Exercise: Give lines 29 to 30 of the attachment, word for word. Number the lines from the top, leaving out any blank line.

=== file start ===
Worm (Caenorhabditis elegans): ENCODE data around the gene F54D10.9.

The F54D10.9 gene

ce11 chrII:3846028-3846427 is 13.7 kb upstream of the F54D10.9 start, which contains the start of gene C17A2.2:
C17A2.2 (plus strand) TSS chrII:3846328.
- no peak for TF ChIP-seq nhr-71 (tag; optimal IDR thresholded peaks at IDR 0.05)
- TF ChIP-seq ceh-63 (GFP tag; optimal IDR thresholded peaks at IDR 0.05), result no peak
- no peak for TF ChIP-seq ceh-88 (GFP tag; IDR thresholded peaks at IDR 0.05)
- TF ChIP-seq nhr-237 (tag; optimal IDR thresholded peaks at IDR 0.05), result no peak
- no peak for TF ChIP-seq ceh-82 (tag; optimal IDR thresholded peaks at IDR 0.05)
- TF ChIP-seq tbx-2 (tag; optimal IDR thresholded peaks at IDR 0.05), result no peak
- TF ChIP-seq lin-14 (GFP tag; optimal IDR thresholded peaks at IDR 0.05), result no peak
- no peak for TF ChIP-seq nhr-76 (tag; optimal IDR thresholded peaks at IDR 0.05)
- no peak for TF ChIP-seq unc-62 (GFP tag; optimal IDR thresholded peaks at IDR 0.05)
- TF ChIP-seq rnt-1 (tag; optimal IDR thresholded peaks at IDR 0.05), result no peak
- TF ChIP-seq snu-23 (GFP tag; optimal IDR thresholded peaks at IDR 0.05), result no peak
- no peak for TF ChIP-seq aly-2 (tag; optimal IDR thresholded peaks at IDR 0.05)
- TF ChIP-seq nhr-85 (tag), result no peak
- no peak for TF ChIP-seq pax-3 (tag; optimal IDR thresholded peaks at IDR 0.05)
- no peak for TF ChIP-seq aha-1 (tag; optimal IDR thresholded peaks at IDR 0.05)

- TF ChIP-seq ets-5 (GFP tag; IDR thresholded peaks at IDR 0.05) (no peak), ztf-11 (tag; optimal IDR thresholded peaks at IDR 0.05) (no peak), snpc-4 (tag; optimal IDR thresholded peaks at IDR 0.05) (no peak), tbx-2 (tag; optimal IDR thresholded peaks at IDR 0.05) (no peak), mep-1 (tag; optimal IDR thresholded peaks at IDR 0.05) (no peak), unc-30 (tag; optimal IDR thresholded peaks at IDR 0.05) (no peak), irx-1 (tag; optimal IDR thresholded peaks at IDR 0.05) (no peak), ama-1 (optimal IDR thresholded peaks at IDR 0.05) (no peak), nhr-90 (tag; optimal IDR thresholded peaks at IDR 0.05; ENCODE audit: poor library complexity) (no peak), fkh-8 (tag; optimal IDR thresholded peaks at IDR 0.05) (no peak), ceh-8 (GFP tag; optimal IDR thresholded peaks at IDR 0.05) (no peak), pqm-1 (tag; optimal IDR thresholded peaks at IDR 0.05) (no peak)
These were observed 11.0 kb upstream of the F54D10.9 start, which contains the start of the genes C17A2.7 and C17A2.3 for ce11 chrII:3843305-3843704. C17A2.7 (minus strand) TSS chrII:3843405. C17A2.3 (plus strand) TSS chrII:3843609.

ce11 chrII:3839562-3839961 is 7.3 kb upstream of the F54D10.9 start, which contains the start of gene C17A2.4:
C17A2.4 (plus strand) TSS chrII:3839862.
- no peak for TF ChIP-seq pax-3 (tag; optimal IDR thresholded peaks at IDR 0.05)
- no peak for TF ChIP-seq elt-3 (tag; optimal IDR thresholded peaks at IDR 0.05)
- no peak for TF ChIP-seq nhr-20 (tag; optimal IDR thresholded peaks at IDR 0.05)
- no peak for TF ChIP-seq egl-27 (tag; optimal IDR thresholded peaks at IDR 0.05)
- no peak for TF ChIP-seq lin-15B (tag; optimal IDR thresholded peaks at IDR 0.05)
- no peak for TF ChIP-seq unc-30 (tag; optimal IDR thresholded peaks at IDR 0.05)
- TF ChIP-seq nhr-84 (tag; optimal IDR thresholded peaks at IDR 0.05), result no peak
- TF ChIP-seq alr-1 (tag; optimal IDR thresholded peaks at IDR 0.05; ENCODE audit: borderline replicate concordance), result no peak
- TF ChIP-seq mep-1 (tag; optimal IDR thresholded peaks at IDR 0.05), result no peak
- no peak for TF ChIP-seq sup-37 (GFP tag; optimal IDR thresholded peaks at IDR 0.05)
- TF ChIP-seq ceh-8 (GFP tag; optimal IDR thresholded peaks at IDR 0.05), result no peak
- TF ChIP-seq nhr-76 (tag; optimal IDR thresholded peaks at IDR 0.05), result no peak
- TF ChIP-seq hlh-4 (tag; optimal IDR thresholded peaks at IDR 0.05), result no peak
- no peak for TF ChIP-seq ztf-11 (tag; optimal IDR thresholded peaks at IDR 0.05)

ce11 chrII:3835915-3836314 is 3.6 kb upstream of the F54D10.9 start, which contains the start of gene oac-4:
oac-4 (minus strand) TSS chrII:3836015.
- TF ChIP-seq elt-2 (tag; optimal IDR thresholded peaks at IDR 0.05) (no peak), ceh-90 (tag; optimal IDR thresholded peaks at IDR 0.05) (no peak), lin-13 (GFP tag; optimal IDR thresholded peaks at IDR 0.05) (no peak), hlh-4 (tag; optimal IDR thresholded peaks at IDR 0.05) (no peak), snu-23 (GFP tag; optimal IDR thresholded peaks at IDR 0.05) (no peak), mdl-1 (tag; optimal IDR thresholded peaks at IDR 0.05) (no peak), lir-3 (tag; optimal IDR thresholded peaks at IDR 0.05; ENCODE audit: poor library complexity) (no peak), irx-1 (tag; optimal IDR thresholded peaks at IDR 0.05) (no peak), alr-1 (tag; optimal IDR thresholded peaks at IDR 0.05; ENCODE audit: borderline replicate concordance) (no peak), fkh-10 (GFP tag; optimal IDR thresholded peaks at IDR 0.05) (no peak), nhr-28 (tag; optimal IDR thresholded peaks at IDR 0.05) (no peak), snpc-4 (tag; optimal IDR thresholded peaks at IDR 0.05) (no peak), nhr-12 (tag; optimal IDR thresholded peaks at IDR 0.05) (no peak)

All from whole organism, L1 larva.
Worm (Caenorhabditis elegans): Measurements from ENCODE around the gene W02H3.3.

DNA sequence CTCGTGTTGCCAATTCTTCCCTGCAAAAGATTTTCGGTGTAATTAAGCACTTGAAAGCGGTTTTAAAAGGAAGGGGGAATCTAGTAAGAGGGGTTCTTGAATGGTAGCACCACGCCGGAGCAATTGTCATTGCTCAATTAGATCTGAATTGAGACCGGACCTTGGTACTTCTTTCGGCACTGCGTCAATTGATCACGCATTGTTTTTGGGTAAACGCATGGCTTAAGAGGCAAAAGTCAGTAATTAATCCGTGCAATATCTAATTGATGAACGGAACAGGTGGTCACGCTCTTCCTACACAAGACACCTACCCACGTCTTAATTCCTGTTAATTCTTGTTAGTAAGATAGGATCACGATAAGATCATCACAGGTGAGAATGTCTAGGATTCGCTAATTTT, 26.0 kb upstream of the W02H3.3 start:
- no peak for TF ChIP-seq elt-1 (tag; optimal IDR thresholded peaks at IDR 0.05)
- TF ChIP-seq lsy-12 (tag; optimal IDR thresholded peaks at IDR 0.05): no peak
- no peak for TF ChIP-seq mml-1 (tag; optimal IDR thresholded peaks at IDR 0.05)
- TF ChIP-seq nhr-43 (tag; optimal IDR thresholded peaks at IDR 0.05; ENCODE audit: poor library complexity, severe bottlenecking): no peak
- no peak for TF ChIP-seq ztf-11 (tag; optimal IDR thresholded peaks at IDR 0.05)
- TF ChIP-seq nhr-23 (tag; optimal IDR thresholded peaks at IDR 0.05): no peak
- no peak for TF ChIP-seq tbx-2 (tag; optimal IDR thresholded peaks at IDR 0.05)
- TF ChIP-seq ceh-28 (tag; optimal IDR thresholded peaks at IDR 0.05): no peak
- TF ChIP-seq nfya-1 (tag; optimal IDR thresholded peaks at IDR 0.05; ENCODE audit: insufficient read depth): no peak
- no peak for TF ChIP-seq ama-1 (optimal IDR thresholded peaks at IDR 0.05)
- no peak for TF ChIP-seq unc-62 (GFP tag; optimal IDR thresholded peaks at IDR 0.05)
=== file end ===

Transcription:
- no peak for TF ChIP-seq unc-30 (tag; optimal IDR thresholded peaks at IDR 0.05)
- TF ChIP-seq nhr-84 (tag; optimal IDR thresholded peaks at IDR 0.05), result no peak